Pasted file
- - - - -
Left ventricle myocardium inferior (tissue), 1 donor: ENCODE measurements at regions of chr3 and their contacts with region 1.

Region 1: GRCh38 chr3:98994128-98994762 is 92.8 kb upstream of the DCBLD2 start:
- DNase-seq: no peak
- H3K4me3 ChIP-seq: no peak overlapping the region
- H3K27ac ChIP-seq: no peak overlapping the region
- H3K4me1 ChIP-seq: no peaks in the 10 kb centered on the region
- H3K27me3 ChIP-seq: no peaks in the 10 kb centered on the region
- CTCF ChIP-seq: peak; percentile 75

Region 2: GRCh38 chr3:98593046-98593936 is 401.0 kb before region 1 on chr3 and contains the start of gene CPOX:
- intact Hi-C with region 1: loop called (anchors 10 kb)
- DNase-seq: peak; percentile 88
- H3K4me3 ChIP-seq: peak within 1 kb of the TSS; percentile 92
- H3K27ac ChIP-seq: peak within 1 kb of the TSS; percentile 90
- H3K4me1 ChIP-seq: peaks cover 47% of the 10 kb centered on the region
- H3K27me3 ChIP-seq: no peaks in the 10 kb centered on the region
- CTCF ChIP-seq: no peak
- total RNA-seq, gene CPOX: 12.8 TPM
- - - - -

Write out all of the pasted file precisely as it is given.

Left ventricle myocardium inferior (tissue), 1 donor: ENCODE measurements at regions of chr3 and their contacts with region 1.

Region 1: GRCh38 chr3:98994128-98994762 is 92.8 kb upstream of the DCBLD2 start:
- DNase-seq: no peak
- H3K4me3 ChIP-seq: no peak overlapping the region
- H3K27ac ChIP-seq: no peak overlapping the region
- H3K4me1 ChIP-seq: no peaks in the 10 kb centered on the region
- H3K27me3 ChIP-seq: no peaks in the 10 kb centered on the region
- CTCF ChIP-seq: peak; percentile 75

Region 2: GRCh38 chr3:98593046-98593936 is 401.0 kb before region 1 on chr3 and contains the start of gene CPOX:
- intact Hi-C with region 1: loop called (anchors 10 kb)
- DNase-seq: peak; percentile 88
- H3K4me3 ChIP-seq: peak within 1 kb of the TSS; percentile 92
- H3K27ac ChIP-seq: peak within 1 kb of the TSS; percentile 90
- H3K4me1 ChIP-seq: peaks cover 47% of the 10 kb centered on the region
- H3K27me3 ChIP-seq: no peaks in the 10 kb centered on the region
- CTCF ChIP-seq: no peak
- total RNA-seq, gene CPOX: 12.8 TPM